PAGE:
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 This project was lead by crew leader David Vayhinger. The work began just north of Mill Ridge trail head. The goal of the project was to create a stock bypass to get three projects worth of water up the trail for  future back-country projects. A section of trail was washed out by rain making the trail impassable to mules and stock animals and very difficult to pass for hikers. The crew had to reroute this area to create a passable section of trail.

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For the crew this meant creating rock steps which fit the requirements for pack animals. “It’s slightly more complicated to build steps for stock animals than for people”, explained crew leader David Vayhinger, “we need to consider everything from how high they are able to step to the width of tread that the mules need to make a turn”.

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Mules will be taking water up the trail for three back-country projects which will continue to work on passage twenty of the Arizona Trail. In addition to the rock steps the crew was doing general maintenance on the trail including brushing and tread widening.

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Currently ACE has two other ongoing projects along different areas of the Arizona Trail which all aim to improve the accessibility of the trail which extends from Mexico to Utah.

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Our ongoing work on the Arizona Trail has been very rewarding to not only our corps members but to our staff who have been dedicated to it’s restoration and preservation over the last several years. There will be approximately ten more projects working on this area of the Arizona Trail.

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#IamACE – EPIC Edition – Paige Lambert

We took a trip down to Saguaro National Park to visit Epic Intern Paige Lambert who has been with ACE since June of last year. Paige let us tag along for a border impact survey where she shared her ACE experience with us. Thanks Paige!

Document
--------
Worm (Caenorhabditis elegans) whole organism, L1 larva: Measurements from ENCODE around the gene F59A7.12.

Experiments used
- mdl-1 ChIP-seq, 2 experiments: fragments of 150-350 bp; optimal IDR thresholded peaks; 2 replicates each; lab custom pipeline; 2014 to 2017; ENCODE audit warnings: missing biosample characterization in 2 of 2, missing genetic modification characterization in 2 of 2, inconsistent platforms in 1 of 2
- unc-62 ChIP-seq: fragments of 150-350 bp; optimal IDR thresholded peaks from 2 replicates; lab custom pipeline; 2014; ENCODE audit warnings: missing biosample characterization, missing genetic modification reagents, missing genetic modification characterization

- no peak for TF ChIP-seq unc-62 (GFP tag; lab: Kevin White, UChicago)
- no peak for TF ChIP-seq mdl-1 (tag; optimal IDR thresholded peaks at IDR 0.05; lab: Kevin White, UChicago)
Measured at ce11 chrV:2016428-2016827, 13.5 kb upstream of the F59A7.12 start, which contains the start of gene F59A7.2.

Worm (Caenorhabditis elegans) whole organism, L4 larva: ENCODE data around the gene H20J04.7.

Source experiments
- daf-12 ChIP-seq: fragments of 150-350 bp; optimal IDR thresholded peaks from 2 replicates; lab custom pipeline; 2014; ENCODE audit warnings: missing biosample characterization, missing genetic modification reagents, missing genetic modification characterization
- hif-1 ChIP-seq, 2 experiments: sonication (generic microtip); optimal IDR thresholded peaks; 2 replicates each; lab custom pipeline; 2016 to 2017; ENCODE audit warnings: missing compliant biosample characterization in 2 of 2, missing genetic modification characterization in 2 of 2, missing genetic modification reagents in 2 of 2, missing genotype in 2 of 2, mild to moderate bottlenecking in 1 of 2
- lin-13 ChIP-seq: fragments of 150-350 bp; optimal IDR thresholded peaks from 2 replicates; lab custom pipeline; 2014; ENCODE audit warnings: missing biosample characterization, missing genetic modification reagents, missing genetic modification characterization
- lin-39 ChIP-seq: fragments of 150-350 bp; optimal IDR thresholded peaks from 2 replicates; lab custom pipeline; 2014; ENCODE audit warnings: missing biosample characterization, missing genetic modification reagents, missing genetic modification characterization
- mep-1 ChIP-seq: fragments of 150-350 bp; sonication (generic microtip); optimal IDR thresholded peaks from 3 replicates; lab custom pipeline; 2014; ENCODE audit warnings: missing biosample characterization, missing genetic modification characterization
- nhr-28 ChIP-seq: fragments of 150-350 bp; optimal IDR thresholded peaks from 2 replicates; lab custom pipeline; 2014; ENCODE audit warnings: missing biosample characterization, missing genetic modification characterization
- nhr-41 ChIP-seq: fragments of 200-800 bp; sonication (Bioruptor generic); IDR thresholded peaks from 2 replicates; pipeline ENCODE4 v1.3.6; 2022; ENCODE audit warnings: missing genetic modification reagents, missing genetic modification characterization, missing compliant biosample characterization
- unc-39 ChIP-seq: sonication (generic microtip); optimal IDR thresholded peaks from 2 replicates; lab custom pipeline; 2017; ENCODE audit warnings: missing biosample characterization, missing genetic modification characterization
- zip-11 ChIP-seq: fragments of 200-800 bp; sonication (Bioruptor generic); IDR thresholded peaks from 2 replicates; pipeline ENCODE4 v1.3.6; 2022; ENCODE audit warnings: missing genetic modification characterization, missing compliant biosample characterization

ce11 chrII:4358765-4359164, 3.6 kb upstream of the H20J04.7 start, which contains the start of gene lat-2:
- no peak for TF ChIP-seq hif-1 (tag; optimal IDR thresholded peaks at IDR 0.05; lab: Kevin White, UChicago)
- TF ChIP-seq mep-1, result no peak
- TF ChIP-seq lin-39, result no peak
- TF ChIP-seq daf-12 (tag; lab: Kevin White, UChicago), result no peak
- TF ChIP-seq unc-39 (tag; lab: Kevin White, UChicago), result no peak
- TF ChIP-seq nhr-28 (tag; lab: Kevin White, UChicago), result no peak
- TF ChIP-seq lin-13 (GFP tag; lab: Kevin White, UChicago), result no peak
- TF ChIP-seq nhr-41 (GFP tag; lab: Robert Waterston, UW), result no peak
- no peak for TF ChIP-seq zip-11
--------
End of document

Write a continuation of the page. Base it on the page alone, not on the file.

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Can you tell me a little bit about your background? (Where are you from? What did you study? What got you interested in ACE?)

I am originally from Houston, Texas, and graduated from the University of Texas at Austin in 2016 with a Bachelor’s degree in Environmental Science. My degree required extensive fieldwork experience, which enabled and inspired me to find a job working as a biological science technician after graduation. The dream was to work for the National Park Service, as visiting and exploring different National Parks is one of my favorite hobbies. During my job search, I found that ACE offered internships with NPS for recent graduates like me. I applied for a job with the resource management division at Saguaro National Park, and when they offered me the position, I didn’t need much convincing to accept it.

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How did you find about ACE and can you tell me about your transition from being in college to being an EPIC intern?

I found ACE simply by Googling conservation jobs. Three weeks after I graduated from school, I packed up my car and drove across the southwest to move to my new home in Tucson. I remember being worried about if I would succeed at my new job, and if college had truly prepared me for the “real world”. My supervisors and crew leads ended up being great mentors to help me navigate through this transitional time; they expected me to put forth my best effort, but were patient and understanding while I figured things out. Over time, I built my confidence and I gained independence and initiative.

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What is a typical day like for you?

There truly is no typical day at my job. The only consistent aspect of my time with ACE has been starting every morning with a gorgeous sunrise as I lace up my boots for a day in the field. My days have varied anywhere from scorching hot afternoons mapping invasive grass species, to freezing mornings searching for tracks and spotting deer with binoculars, to meeting with park visitors and volunteers to educate them about resource management.  The variety keeps me on my toes so that I am always challenged to do something new and never grow complacent.